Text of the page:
Toni Erdmann  B+

There is only one movie everyone seems to be talking about and it's Maren Ade's Toni Erdmann. If you're not familiar with Ade's work then please do yourself a favor and catch her excellent, but underseen 2009 film Everyone Else. 

Erdmann, which press screened to enthusiastic applause centers on  Winfried (an awards ready Peter Simonischek) who doesn't seem to click like he used to with his now older, career woman daughter Ines (an excellent Sandra Huller). She wants none of dad, especially after his dog dies and he decides to surprise her with a visit.  The problem is Ines is working on an important project in Romania and is so dead-set on completing it that she shuns her dad off. That's when the nasty fun begins and Winfried decides to annoy his daughter with strangest, most surreal prank, but to him it doesn't really count because he goes undercover as "Toni Erdmann": A ridiculously unsmooth-talking, wig wearing, fake-teeth clinging master of mayhem. A self-proclaimed "life coach", with a business card to prove it.

No need to divulge any surprises of this 162 minute German comedy especially in its second half. Yes, 162 minutes, but they fly by, even when Ade purposely changes the tempo of her film every so often to let the scenes linger on instead of cutting it short and on to the next one. That's fine, the flawed, scrambling, ambitious narrative structure of the film does it no disservice. Instead it's a pure delight and the current top contender for the Palme D'or.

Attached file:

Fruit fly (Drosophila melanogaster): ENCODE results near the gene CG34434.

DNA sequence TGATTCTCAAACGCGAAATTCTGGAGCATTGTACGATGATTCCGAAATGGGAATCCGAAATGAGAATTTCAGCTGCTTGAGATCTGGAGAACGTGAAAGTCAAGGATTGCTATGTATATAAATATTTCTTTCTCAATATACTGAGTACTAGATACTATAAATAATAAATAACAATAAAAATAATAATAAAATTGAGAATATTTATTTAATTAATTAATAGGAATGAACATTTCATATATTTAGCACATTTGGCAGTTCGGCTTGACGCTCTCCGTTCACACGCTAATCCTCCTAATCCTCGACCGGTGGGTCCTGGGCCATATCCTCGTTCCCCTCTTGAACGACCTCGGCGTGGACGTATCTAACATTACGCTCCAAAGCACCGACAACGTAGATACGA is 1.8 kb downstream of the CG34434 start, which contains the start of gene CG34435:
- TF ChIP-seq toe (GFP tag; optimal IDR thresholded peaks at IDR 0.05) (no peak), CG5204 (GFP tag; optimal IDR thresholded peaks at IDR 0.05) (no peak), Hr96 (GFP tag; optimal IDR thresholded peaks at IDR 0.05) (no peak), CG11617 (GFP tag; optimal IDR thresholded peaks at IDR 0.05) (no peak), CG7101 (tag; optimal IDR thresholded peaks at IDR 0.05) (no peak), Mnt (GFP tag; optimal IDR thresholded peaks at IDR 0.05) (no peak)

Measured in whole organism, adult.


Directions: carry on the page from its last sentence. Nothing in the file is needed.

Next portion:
The Handmaiden C+

It was in 2013 the sexually explicit, lesbian drama Blue is the Warmest Color justly won the Palme D'or. That same year Park Chan-Wook released Stoker, a gothic murder drama that evoked Hitchcock.  This year at Cannes Park is back with The Handmaiden, a film that seems to be a mix of both films.

Erotically charged and ready to explode at any minute, the film is sure to confuse fans of the director's bloodier works such as the classic Oldboy. Instead of explicit violence, we get explicit lesbian sex. It's a Victorian romance with backstabbing surprises on all fronts. The story of a good-hearted pickpocket artist who is hired to become the maid of a rich heiress is not far off from the mood the 52 year-old director has been in as of late. If you saw his last film Stoker you will know that Park is trying to go in a very different direction as far as his film career goes. He is now more interested in tense, character-driven slowm but building period pieces that contain just an antsy bit of violent bite. No problem there.

Park will push the limits of the American censors board once The Handmaiden gets released. The erotica on display is no doubt very sexy, but, much to the director's credit in the way he shoots these scenes, no full frontal nudity is shown and yet I wouldn't be surprised if the film picks up an NC-17 rating once its released. Suffice to say, that the film is a handsomely opaque, overtly-familiar, sexually evocative romance that never bores you and yet, throughout I felt like something was missing.